No leader of ANY country should ever have the power to decide which of his fellow citizens are terrorists and should be killed without any checks and balances. 

Americans have a right to due process, including the opportunity to challenge the charges, their detention, the evidence, and to confront their accusers. We make a grave mistake allowing the President to summarily – and unilaterally – decide who should be stripped of those rights.

Further, we must be incredibly vigilant about ceding rights in the name of “national security.” From the Night of the Long Knives through the end of WWII, Adolf Hitler killed millions in the name of “national security.”

"Political leaders who decree guilt in secret and with no oversight inevitably succumb to error and/or abuse of power. Such unchecked accusatory decrees are inherently untrustworthy. That’s why due process is guaranteed in the Constitution and why judicial review of government accusations has been a staple of western justice since the Magna Carta: because leaders can’t be trusted to decree guilt and punish citizens without evidence and an adversarial process. That is the age-old basic right on which this memo, and the Obama presidency, is waging war." 

- Glenn Greenwald, Chilling Legal Memo From Obama DOJ Justifies Assassination of US Citizens, The Guardian, 5 February 2013

PS:  Randy Weaver was deemed a “danger” and possible “domestic terrorist” because of his infrequent attendance at some meetings of a group along the lines of the Aryan Nation. Of course, I do not approve of such groups and we can even agree that people, who are associated with them, are despicable, but he still had rights. The Federal government planned a set-up of Randy and then his wife, as well. It entrapped Randy Weaver by having an undercover agent ask to buy a sawed-off shotgun. Weaver, at first, did not want to sell anything. Finally, he agreed and, when the agent arrived, he asked where to cut the barrel. Intentionally, the agent point to a spot that was 1/4″ outside of the legal bounds. It was THIS that led to Ruby Ridge.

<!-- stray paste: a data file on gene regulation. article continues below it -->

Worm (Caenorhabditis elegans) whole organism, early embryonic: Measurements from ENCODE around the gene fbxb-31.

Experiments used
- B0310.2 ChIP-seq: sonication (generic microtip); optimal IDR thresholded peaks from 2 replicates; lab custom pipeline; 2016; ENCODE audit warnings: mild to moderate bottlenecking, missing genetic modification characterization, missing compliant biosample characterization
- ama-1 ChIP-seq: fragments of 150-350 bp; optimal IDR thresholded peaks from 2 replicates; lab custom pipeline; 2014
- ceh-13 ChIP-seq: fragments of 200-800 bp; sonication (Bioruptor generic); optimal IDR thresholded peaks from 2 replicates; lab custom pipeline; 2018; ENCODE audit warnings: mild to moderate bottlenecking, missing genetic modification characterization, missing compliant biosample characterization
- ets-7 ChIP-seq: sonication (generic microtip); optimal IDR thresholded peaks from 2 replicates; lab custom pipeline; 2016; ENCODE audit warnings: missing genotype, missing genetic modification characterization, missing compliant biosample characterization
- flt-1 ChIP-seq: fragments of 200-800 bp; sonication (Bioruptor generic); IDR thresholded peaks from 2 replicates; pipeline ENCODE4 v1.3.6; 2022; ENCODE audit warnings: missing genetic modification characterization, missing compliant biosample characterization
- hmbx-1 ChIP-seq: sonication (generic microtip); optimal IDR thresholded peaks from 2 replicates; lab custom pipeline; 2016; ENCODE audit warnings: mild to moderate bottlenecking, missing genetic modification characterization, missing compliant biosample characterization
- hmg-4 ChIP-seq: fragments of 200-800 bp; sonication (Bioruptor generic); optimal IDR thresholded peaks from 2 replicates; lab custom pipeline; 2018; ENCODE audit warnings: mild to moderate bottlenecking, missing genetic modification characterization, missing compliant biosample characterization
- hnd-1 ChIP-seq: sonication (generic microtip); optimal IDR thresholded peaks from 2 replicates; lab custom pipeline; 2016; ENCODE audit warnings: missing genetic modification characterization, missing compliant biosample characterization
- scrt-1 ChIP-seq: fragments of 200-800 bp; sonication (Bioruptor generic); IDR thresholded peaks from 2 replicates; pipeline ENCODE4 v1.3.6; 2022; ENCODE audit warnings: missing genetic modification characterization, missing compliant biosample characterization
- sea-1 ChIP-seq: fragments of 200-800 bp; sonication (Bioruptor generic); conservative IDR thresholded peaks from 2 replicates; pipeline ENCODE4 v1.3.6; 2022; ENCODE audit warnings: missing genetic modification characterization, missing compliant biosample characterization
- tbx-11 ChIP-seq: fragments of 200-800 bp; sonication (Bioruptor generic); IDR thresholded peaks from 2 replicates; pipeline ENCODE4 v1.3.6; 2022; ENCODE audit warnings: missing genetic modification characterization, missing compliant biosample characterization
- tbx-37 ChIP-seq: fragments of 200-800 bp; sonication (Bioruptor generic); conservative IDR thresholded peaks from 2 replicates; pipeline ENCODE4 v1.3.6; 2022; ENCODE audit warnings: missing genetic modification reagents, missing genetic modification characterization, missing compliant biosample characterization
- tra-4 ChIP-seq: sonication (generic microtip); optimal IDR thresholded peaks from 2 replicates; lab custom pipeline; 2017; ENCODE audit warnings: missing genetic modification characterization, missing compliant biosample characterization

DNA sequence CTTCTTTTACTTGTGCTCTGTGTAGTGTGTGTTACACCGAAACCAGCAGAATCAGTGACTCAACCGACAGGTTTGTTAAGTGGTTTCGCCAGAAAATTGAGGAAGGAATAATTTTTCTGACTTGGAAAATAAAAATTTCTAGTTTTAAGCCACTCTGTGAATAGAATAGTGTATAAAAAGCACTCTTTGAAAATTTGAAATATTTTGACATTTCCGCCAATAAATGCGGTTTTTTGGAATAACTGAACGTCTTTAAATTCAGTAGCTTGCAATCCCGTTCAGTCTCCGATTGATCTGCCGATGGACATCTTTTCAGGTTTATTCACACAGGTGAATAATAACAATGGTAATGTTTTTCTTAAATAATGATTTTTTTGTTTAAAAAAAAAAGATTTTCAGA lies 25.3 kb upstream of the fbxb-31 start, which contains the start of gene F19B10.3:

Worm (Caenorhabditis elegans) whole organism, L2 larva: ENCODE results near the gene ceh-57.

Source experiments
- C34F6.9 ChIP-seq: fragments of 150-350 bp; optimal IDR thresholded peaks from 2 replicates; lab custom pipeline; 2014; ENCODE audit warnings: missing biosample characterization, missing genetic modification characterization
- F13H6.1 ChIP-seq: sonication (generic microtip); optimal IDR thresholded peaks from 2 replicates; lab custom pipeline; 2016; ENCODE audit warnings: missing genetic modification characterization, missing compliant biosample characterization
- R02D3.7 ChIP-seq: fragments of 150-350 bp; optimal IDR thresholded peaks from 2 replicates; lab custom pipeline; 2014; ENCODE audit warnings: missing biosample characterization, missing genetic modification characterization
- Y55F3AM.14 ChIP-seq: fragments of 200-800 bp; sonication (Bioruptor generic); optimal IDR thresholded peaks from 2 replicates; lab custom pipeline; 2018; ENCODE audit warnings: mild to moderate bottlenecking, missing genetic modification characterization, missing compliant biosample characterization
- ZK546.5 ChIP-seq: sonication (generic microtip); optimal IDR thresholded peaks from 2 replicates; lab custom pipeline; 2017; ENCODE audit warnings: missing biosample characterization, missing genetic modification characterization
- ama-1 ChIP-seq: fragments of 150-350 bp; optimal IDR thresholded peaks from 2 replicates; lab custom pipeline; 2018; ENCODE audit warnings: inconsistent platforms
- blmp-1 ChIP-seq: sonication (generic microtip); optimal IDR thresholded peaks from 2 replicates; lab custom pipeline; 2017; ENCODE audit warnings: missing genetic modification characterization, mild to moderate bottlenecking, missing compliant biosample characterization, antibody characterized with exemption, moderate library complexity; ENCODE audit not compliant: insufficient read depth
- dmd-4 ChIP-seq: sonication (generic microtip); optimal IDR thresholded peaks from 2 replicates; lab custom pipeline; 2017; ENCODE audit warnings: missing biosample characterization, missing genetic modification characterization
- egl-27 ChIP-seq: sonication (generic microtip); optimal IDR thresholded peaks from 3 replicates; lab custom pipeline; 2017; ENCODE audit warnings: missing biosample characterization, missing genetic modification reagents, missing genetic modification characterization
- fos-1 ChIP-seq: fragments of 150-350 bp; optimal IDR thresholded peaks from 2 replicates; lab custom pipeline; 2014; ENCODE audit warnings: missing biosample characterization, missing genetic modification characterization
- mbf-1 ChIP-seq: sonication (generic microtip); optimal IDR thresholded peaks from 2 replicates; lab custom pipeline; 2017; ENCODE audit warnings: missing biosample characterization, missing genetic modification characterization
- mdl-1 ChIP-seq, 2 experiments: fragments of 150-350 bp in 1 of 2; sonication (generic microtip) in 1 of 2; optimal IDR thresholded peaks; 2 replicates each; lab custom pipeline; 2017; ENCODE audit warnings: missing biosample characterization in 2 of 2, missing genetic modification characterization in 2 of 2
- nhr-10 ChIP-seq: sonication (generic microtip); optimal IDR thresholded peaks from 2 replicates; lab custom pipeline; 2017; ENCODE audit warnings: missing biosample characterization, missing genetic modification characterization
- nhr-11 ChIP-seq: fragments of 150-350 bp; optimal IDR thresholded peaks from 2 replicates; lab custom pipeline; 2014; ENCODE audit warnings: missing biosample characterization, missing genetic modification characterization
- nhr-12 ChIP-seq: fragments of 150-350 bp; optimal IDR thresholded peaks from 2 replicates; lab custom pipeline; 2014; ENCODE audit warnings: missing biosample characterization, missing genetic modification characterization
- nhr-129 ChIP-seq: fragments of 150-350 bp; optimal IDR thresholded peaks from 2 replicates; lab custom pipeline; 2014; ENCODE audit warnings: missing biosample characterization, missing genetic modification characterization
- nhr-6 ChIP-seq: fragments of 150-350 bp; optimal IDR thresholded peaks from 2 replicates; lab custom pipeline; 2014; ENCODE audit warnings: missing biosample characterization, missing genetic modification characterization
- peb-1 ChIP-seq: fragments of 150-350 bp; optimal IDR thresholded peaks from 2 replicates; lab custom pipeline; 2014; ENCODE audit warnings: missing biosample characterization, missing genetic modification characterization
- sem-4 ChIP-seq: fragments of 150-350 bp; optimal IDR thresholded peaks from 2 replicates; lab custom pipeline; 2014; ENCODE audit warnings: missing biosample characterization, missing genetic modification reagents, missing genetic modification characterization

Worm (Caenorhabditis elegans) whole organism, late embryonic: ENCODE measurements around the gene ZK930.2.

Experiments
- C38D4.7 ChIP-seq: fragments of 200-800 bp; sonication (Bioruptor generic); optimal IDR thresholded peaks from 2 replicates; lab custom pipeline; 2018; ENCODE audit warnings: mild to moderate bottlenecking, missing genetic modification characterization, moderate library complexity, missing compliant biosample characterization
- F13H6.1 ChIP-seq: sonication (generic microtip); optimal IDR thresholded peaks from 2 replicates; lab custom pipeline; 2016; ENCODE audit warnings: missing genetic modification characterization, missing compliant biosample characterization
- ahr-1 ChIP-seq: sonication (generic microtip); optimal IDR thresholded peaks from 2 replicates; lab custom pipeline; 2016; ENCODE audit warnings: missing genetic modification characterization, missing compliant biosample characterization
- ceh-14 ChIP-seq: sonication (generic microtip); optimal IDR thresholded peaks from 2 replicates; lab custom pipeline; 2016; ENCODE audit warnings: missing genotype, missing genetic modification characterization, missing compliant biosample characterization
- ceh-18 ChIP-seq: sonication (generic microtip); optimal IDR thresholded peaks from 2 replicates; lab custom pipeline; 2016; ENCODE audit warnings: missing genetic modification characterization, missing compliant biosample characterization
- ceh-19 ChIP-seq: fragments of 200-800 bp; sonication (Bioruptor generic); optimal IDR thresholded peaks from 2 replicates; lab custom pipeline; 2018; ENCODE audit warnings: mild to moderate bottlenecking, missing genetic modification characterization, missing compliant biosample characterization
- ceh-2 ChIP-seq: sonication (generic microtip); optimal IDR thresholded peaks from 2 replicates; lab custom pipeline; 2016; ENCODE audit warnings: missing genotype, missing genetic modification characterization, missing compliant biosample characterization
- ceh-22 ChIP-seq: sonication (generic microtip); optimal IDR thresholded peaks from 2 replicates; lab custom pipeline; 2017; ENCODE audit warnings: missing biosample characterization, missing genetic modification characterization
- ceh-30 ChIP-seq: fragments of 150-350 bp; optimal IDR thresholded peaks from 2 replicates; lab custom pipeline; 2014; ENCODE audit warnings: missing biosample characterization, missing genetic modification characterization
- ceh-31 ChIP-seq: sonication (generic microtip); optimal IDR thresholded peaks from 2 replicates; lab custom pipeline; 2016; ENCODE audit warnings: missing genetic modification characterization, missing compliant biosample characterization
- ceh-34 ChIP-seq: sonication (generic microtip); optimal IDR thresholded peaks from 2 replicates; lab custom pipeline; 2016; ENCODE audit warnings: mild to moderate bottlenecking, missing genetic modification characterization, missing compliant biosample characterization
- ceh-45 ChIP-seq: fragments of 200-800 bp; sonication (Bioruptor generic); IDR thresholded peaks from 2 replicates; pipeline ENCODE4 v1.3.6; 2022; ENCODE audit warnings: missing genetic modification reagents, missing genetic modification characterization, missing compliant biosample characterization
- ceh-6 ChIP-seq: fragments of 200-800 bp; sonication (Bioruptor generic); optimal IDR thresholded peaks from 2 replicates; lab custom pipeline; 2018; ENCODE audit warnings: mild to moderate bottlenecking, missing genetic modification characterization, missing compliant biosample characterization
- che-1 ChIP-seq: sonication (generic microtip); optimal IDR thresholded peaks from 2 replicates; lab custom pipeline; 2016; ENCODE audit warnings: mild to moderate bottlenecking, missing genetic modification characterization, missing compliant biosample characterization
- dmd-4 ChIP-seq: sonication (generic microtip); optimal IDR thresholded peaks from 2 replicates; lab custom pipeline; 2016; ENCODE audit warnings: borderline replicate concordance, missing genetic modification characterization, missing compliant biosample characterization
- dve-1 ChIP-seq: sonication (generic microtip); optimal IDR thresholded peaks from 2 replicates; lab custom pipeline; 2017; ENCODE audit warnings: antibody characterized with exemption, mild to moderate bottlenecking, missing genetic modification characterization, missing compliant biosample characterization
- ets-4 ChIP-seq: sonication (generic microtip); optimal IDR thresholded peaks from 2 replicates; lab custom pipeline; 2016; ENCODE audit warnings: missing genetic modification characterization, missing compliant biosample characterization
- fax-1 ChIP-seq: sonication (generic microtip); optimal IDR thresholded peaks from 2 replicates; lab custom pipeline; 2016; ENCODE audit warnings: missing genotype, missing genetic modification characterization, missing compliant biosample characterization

The government staked out his property. Put cameras in the trees. Enter his property without a warrant. Finally, Federal agents shot the family dog, which provoked the minor son to return fire. He was killed by a Federal agent. The man, who was with him, defended him and shot back killing one of the agents, was ACQUITTED OF ALL CHARGES.

The Federal government then changed the ROE and, for possibly the first time in American history, put a shoot to kill order on an American family. The agents shot Randy Weaver in the back and they shot his wife, Vicki, through the head while she was holding their infant daughter.

The Feds charged Randy Weaver with a slew of crimes and sought the death penalty. So obscene, obnoxious, and unconstitutional were the actions of the Federal government and its agents that his attorney, Gerry Spence, did not even put on a defence. Weaver was ACQUITTED and the Federal government later settled with the Weaver Family for MILLIONS OF DOLLARS.